Wednesday, February 24, 2021
Beverley Baines, Federalism and Women's Equality Campaigns in Canada, final version available in Jill Vickers, Joan Grace and Cheryl Collier (eds) Handbook on Gender, Diversity and Federalism, Edward Elgar Publishing Ltd, 2020 http://dx.doi.org/10.4337/9781788119306.00022)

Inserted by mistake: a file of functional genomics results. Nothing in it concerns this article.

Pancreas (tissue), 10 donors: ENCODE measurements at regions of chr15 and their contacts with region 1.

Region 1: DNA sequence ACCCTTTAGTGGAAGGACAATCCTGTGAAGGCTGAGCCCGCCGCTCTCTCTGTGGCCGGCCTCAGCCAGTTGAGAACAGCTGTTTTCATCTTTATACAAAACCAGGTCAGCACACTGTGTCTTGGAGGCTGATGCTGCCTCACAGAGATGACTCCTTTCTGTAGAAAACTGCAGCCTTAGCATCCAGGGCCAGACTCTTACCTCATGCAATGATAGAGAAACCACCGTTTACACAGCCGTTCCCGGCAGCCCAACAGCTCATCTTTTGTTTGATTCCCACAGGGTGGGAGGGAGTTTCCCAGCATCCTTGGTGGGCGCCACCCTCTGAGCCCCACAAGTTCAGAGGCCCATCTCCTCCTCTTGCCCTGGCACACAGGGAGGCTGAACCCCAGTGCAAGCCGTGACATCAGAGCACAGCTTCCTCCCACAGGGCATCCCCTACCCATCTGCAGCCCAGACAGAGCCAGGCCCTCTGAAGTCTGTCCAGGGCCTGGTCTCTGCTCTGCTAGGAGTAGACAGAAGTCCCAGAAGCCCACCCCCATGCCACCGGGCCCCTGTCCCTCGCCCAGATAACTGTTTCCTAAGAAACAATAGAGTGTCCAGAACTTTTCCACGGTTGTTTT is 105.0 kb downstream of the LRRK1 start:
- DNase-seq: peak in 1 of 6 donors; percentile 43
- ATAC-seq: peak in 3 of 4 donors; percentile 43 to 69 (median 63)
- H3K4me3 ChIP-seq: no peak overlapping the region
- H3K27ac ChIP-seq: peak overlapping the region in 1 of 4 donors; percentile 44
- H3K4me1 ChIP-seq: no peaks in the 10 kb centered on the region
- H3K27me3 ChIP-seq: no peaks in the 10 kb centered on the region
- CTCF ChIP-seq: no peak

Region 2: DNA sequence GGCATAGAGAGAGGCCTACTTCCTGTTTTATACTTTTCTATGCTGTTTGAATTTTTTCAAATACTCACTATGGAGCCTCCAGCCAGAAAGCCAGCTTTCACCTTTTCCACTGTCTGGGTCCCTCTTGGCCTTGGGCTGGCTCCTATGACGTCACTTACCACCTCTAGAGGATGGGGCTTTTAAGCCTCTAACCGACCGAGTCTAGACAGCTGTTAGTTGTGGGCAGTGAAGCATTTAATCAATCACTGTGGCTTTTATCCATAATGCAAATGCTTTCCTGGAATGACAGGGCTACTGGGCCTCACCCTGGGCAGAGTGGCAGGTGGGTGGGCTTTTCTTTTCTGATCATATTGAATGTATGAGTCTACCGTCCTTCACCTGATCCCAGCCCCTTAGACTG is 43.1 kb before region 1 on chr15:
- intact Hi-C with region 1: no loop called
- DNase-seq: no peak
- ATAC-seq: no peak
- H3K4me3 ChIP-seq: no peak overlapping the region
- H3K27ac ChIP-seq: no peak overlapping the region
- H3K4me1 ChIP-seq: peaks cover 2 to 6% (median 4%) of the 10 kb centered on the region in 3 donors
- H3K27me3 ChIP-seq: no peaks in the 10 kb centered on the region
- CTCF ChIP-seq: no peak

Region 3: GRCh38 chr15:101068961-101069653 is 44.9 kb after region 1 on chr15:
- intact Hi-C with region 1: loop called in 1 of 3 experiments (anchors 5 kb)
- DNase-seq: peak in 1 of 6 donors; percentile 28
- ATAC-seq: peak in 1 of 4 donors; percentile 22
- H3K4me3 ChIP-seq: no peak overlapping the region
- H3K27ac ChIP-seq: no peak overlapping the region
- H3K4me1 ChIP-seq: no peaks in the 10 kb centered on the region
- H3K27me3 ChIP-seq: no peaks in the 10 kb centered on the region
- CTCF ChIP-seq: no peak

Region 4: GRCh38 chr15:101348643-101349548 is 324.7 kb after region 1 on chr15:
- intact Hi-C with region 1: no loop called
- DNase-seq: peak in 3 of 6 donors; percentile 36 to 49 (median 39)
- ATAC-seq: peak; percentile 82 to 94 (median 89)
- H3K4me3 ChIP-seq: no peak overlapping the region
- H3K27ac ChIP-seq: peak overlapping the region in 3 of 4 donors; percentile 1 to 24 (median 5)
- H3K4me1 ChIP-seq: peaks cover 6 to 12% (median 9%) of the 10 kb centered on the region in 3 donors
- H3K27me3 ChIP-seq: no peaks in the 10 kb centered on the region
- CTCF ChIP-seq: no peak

The three recent campaigns to constitutionalize women’s equality rights resulted in section 28 of the Canadian Charter of Rights and Freedoms, section 35(4) of the Constitution Act, 1982, and section 50.1 of the Quebec Charter of Human Rights and Freedom. The virtually identical wording of these laws belies significant differences among these campaigns. This chapter identifies these differences by applying Judith Resnik’s concept of federalism, Jill Vickers’ concept of gender, and Davina Cooper’s concept of diversity (GDiv) to the campaigns. The concepts reveal campaign narratives that submerged multicultural, indigenous, and intercultural identities. I borrow Vrinda Narain’s concept of intersectionality to argue that dialogues about the differences between women whose identities are submerged and mainstream women should inform feminist scholarship about the interpretation(s) of sections 28, 35(4) and 50.1.